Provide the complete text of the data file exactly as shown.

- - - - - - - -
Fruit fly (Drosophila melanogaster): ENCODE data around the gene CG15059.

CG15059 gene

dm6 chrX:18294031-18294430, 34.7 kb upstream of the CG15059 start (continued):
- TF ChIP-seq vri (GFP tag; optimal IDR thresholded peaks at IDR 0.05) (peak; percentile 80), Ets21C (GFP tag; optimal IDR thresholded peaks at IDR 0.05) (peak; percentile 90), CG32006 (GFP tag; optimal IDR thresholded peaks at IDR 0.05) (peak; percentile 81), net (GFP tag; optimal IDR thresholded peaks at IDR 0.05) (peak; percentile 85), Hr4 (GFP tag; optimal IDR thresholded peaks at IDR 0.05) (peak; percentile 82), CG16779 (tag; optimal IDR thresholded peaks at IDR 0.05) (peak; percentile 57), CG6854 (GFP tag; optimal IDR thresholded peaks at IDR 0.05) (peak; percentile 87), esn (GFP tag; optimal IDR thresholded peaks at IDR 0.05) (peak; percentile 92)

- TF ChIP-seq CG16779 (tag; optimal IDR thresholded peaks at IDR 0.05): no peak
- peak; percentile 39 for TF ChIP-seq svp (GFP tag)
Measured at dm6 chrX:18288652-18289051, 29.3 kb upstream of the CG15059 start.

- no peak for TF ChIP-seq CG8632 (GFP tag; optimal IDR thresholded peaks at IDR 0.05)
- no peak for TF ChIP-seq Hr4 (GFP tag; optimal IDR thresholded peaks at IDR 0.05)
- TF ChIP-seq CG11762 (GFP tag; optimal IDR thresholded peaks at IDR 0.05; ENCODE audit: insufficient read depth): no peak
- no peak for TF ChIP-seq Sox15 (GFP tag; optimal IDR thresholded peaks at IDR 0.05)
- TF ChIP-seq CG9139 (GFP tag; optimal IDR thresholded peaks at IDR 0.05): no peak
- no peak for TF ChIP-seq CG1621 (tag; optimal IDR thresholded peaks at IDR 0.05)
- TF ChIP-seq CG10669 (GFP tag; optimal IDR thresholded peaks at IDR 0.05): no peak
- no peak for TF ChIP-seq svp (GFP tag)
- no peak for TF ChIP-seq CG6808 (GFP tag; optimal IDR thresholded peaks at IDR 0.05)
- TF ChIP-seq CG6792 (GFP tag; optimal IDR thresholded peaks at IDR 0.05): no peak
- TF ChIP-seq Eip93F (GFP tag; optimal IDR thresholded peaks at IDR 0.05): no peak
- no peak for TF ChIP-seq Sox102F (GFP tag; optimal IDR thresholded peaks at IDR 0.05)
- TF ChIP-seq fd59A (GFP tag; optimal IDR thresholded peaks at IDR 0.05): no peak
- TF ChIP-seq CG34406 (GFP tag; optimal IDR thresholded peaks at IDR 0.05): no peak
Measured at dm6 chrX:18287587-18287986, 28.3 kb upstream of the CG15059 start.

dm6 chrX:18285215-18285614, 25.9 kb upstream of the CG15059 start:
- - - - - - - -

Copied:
Fruit fly (Drosophila melanogaster): ENCODE data around the gene CG15059.

CG15059 gene

dm6 chrX:18294031-18294430, 34.7 kb upstream of the CG15059 start (continued):
- TF ChIP-seq vri (GFP tag; optimal IDR thresholded peaks at IDR 0.05) (peak; percentile 80), Ets21C (GFP tag; optimal IDR thresholded peaks at IDR 0.05) (peak; percentile 90), CG32006 (GFP tag; optimal IDR thresholded peaks at IDR 0.05) (peak; percentile 81), net (GFP tag; optimal IDR thresholded peaks at IDR 0.05) (peak; percentile 85), Hr4 (GFP tag; optimal IDR thresholded peaks at IDR 0.05) (peak; percentile 82), CG16779 (tag; optimal IDR thresholded peaks at IDR 0.05) (peak; percentile 57), CG6854 (GFP tag; optimal IDR thresholded peaks at IDR 0.05) (peak; percentile 87), esn (GFP tag; optimal IDR thresholded peaks at IDR 0.05) (peak; percentile 92)

- TF ChIP-seq CG16779 (tag; optimal IDR thresholded peaks at IDR 0.05): no peak
- peak; percentile 39 for TF ChIP-seq svp (GFP tag)
Measured at dm6 chrX:18288652-18289051, 29.3 kb upstream of the CG15059 start.

- no peak for TF ChIP-seq CG8632 (GFP tag; optimal IDR thresholded peaks at IDR 0.05)
- no peak for TF ChIP-seq Hr4 (GFP tag; optimal IDR thresholded peaks at IDR 0.05)
- TF ChIP-seq CG11762 (GFP tag; optimal IDR thresholded peaks at IDR 0.05; ENCODE audit: insufficient read depth): no peak
- no peak for TF ChIP-seq Sox15 (GFP tag; optimal IDR thresholded peaks at IDR 0.05)
- TF ChIP-seq CG9139 (GFP tag; optimal IDR thresholded peaks at IDR 0.05): no peak
- no peak for TF ChIP-seq CG1621 (tag; optimal IDR thresholded peaks at IDR 0.05)
- TF ChIP-seq CG10669 (GFP tag; optimal IDR thresholded peaks at IDR 0.05): no peak
- no peak for TF ChIP-seq svp (GFP tag)
- no peak for TF ChIP-seq CG6808 (GFP tag; optimal IDR thresholded peaks at IDR 0.05)
- TF ChIP-seq CG6792 (GFP tag; optimal IDR thresholded peaks at IDR 0.05): no peak
- TF ChIP-seq Eip93F (GFP tag; optimal IDR thresholded peaks at IDR 0.05): no peak
- no peak for TF ChIP-seq Sox102F (GFP tag; optimal IDR thresholded peaks at IDR 0.05)
- TF ChIP-seq fd59A (GFP tag; optimal IDR thresholded peaks at IDR 0.05): no peak
- TF ChIP-seq CG34406 (GFP tag; optimal IDR thresholded peaks at IDR 0.05): no peak
Measured at dm6 chrX:18287587-18287986, 28.3 kb upstream of the CG15059 start.

dm6 chrX:18285215-18285614, 25.9 kb upstream of the CG15059 start: